Russell's paradox, named after its discovery Bertrand Rusell, is a mathematical paradox based on set theory. Russell appears to have discovered his paradox in the late spring of 1901, while working on his principles of mathematics(1903). To understand Russell's paradox consider a real life example. In a town lives a barber who shaves exactly those who do not shave themselves. The question is whether the barber shaves himself. Answer : The barber shaves himself if and only if he does not shave himself! Here the set S of all those who do not shave themselves is represented by the barber and the question reduces to Russell's paradox.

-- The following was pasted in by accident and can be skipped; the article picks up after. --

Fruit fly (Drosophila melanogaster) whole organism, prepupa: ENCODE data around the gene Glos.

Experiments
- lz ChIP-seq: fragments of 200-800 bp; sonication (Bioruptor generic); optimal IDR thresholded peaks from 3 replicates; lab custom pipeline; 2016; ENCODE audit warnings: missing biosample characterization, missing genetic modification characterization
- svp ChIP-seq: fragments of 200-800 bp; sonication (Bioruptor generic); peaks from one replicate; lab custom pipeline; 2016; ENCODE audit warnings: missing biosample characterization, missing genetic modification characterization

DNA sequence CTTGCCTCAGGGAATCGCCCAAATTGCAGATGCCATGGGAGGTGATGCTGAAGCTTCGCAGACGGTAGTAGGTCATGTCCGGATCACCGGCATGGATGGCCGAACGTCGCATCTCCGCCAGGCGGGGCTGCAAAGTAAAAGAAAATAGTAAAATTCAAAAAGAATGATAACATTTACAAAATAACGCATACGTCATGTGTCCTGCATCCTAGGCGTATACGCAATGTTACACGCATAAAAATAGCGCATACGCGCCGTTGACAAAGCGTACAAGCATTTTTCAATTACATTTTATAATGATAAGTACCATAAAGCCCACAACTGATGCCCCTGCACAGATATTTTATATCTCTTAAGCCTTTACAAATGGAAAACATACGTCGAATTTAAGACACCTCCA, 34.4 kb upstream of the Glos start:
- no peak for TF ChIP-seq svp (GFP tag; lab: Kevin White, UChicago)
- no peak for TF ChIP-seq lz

Let Ø(x) denote the property that x is not a member of itself. Then by the comprehension principle, we can construct a set y whose elements are those sets x which are not member of themselves. Symbolically we can write this as 

                        y:={x| Ø(x)}={x|x Ï x}.

Now we ask the question wheather yÎy? Then by the equality of sets

                        yÎy if and only if yÎ{x|xÏx}.

Thus, yÎ iff  yÏy. This is the paradox.